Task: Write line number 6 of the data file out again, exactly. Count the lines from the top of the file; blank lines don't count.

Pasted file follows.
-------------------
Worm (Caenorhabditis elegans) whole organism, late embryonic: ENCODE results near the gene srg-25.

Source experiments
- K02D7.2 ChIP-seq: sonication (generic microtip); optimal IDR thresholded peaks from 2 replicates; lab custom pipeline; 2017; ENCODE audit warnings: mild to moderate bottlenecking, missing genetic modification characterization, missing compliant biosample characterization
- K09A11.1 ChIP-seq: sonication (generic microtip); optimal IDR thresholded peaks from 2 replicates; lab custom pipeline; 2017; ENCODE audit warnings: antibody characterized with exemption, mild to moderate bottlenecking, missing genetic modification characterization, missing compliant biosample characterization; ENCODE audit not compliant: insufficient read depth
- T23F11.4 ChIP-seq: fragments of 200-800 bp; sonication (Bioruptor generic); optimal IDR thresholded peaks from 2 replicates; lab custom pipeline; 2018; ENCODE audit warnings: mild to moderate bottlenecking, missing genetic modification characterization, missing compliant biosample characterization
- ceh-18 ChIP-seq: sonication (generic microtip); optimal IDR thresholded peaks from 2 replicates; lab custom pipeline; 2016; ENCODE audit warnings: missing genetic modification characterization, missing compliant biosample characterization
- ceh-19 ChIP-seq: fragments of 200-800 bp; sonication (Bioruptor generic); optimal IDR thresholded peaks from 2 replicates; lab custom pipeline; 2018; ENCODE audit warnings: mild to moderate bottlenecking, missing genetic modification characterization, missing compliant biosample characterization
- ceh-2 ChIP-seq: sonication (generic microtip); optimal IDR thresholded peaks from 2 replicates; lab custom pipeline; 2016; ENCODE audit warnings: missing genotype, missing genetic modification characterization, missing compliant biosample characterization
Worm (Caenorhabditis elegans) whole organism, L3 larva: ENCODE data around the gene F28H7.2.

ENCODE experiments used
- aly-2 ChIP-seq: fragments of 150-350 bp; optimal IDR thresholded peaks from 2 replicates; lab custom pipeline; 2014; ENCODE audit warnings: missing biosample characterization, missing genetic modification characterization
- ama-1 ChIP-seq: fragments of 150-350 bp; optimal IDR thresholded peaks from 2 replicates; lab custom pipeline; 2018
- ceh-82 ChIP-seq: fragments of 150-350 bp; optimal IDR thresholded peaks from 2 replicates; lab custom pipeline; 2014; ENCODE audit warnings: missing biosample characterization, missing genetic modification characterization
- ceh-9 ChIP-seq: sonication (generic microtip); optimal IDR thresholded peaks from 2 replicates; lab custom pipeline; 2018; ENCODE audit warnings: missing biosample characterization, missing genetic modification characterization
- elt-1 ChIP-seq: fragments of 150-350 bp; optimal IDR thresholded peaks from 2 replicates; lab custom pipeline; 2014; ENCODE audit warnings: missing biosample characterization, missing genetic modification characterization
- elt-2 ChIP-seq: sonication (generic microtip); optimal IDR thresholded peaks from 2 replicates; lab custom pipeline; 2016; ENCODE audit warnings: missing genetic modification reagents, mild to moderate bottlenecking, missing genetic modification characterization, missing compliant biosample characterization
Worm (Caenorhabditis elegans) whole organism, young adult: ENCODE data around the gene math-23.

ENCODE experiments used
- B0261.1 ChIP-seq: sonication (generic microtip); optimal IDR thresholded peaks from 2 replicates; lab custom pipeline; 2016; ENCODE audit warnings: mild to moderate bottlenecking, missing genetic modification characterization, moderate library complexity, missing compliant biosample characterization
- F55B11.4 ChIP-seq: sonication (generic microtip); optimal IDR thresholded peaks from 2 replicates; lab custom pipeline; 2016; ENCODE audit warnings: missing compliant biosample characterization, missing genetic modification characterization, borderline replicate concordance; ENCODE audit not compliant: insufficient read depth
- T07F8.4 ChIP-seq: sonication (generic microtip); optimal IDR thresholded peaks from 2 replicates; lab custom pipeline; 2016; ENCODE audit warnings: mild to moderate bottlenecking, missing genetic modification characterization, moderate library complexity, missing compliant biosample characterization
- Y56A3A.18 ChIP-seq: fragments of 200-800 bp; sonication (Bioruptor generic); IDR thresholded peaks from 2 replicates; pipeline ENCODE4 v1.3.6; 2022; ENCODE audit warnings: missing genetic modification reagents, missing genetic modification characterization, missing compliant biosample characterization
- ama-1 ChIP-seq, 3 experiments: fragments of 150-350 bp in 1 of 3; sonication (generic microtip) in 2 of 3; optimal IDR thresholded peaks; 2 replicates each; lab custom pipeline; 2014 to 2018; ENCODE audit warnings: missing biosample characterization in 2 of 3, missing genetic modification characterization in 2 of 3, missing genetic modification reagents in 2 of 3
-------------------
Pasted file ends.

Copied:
- ceh-18 ChIP-seq: sonication (generic microtip); optimal IDR thresholded peaks from 2 replicates; lab custom pipeline; 2016; ENCODE audit warnings: missing genetic modification characterization, missing compliant biosample characterization